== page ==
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Topic: Transistor issue (Read 3 times) previous topic - next topic

Sprinterdrift

Hello everyone, first post :)

I'm planning on making a H bridge for reverse motor control, so to get started, I bought a few transistors to play with. For reference, the transistor has BC546 written on its flat part, so shoving that into Google brings up this datasheet:

http://www.datasheetcatalog.org/datasheet/philips/BC546_547_3.pdf   

My first plan (just to get the hang of working with transistors) was to have the positive lead from my 9v battery connected to the collector, the base connected to pin 6 from the arduino, and the emitter connected to one end of the motor. The remaining ends of the motor and the battery both go to ground, which goes to the GND slot in my arduino. I anticipated that switching the battery on without powering the arduino whatsoever would have no effect on the motor, since the lack of current flowing through the base would not allow any current at all to flow through from the collector to the emitter, and then to the motor. Conversely, sending a signal down from the arduino to the base (with the battery on) should have turned the motor on due to the current flowing into the base.

However, I noticed that even when the base was NOT connected to pin 6 and both grounds from the motor and the battery were also not connected to the arduino, (in other words, the arduino is completed separated from the circuit) the motor begins to turn at some frequency when the battery is in the 'on' position. That is, instead of continuous power, the motor turns on, then off, then on, and so forth. I approximate the time between consecutive ons to be between about 0.4 of a second.

This makes absolutely no sense to me, because at school I always thought that no current would flow through from the collector to the emitter if no current flowed through the base. So if anyone could shed some light on this issue, it would be greatly appreciated.

Thanks :) 

BillO

Can you show us a schematic?  Your description leaves a lot of questions that can best be answered with a schematic of how you have things hooked up.
Facts just don't care if you ignore them.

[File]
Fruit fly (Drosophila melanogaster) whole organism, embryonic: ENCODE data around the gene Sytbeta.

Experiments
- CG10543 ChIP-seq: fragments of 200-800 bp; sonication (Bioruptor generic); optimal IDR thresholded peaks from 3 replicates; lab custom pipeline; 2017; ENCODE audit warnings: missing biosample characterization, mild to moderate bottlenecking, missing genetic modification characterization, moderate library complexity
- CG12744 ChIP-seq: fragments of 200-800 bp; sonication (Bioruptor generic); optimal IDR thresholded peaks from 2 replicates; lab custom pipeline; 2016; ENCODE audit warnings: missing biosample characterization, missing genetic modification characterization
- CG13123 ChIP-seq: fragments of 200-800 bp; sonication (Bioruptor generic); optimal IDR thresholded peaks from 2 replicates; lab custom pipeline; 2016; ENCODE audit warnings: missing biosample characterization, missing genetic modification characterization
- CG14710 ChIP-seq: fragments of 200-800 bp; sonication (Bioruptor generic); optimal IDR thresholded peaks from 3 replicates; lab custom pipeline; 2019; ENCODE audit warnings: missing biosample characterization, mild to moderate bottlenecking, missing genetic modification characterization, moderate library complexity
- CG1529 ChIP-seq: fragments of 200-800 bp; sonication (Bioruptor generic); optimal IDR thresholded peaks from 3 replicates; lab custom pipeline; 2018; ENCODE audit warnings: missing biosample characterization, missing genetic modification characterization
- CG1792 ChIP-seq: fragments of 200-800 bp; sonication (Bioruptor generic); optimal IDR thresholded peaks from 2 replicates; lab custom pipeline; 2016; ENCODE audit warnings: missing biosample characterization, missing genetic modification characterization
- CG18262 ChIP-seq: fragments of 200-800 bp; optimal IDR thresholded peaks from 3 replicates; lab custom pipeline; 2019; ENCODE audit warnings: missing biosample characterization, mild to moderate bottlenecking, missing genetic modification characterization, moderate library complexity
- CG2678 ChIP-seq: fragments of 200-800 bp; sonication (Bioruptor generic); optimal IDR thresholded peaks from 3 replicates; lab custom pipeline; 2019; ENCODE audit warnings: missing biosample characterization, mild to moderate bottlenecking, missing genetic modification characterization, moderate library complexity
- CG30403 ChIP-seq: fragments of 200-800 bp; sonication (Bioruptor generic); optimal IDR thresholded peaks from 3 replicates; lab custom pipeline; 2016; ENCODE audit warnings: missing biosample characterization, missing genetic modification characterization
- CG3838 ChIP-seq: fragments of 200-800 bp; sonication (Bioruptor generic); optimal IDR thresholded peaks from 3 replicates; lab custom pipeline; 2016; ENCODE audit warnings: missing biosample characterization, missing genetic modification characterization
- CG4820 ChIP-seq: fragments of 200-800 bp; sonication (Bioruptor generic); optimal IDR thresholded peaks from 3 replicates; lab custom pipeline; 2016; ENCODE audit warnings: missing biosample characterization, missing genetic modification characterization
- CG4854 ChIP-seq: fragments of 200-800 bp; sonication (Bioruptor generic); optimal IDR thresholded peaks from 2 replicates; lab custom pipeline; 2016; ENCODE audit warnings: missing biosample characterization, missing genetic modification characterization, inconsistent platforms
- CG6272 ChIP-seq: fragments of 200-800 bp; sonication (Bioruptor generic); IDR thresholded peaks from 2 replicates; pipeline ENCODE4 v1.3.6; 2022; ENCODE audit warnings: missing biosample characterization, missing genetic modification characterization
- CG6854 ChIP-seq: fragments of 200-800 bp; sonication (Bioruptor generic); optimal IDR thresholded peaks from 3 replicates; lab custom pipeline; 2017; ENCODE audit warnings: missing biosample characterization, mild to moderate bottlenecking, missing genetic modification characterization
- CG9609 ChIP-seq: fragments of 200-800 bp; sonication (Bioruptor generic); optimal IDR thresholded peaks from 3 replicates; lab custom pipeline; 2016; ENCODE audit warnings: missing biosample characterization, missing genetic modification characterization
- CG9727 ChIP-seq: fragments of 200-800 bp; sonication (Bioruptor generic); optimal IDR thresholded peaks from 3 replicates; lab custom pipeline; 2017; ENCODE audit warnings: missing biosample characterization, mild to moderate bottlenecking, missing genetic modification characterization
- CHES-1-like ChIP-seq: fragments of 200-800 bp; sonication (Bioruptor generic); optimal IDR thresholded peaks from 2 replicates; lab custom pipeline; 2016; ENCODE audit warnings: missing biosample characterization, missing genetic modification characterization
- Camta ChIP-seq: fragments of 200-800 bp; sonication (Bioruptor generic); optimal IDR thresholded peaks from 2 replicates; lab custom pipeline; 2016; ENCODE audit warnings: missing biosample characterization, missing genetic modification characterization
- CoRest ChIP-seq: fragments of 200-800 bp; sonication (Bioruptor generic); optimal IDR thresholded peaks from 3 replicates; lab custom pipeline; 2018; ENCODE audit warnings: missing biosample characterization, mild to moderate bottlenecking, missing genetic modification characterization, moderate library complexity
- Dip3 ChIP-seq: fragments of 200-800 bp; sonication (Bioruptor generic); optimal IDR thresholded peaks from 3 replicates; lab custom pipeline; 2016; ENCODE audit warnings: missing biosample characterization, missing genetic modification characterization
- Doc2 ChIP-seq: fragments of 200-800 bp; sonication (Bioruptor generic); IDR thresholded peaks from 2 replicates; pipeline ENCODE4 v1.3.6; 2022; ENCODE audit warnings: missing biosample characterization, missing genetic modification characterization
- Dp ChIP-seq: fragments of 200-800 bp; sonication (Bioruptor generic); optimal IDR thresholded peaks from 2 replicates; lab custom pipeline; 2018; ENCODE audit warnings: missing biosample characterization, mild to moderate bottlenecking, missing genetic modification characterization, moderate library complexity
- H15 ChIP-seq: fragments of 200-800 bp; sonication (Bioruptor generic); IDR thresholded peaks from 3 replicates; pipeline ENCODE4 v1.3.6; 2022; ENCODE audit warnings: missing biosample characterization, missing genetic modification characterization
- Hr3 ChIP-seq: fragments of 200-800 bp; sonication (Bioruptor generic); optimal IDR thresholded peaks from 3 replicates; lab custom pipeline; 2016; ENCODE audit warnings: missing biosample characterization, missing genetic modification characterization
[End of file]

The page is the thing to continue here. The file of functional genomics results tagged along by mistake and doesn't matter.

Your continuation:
Docedison

#2
Dec 08, 2012, 01:42 pm Last Edit: Dec 09, 2012, 12:21 am by Docedison Reason: 1
I apologize for an incomplete post, I have edited it to make a little more sense
It would help your attempt to have tried some of the examples provided in your IDE.. First. Doing so gives you a familiarity with properly using a port pin, the processor pins are Not indestructible. It's a good idea to follow some of those sometimes silly little exercises - Understand that they are there for a good reason and follow as many as you can find parts to do so...
Do them and understand why they work - This is really important as it is both microcontroller training, it is electronics training, it is Programming training And it is what you need most to work well with the Arduino product.
What I was trying to say is it is a good idea to get some familiarity with basic electronics first. Your connection to the Arduino was not the proper method to drive a transistor which is what Patduino was trying to point out. Your issue with the transistor conducting was most likely a floating base lead that is picking up a stray signal and conducting. This was in part why I advised you to study some basics first. Make a drawing (it's good practice and a good thing to learn to draw schematics) so you can post it here for commentary. I apologize for my rather terse note in the beginning... BUT you still need a little electronics training first. You have some data from an experiment and no way to understand it without some more training. There is an application called Fritzing that can be downloaded free from this forum that will help you with the schematic drawing and for making drawings of breadboards as well.
{Heavily Edited RKJ}

Bob
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"The solution of every problem is another problem." -Johann Wolfgang von Goethe
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dhenry

Quote
This makes absolutely no sense to me


Due to interference.

patduino

Hi SprinterDrift,

Welcome to the forums, and congrats on your first post...

You'll need to include a 1k or 2.2k resistor inline between the GPIO pin and transistor base to limit current flow.  (These are common values you should be able to use for all of your future projects as you get the hang of them...)

The intermittent operation you describe is most likely caused by the fact that the voltages are floating - not tied together, and varying enough to trigger the transistor switch.

Pat
There are 10 types of people in the world, those that understand binary, and those that don't.

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